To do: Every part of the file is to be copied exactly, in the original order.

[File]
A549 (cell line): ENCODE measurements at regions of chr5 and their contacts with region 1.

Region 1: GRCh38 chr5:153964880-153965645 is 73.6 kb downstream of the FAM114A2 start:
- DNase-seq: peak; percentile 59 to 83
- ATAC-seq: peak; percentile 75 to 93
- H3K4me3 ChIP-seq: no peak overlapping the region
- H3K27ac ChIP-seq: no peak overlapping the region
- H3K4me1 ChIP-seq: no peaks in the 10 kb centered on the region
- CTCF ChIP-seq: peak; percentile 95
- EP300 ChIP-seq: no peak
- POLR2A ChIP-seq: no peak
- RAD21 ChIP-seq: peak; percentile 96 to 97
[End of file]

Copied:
A549 (cell line): ENCODE measurements at regions of chr5 and their contacts with region 1.

Region 1: GRCh38 chr5:153964880-153965645 is 73.6 kb downstream of the FAM114A2 start:
- DNase-seq: peak; percentile 59 to 83
- ATAC-seq: peak; percentile 75 to 93
- H3K4me3 ChIP-seq: no peak overlapping the region
- H3K27ac ChIP-seq: no peak overlapping the region
- H3K4me1 ChIP-seq: no peaks in the 10 kb centered on the region
- CTCF ChIP-seq: peak; percentile 95
- EP300 ChIP-seq: no peak
- POLR2A ChIP-seq: no peak
- RAD21 ChIP-seq: peak; percentile 96 to 97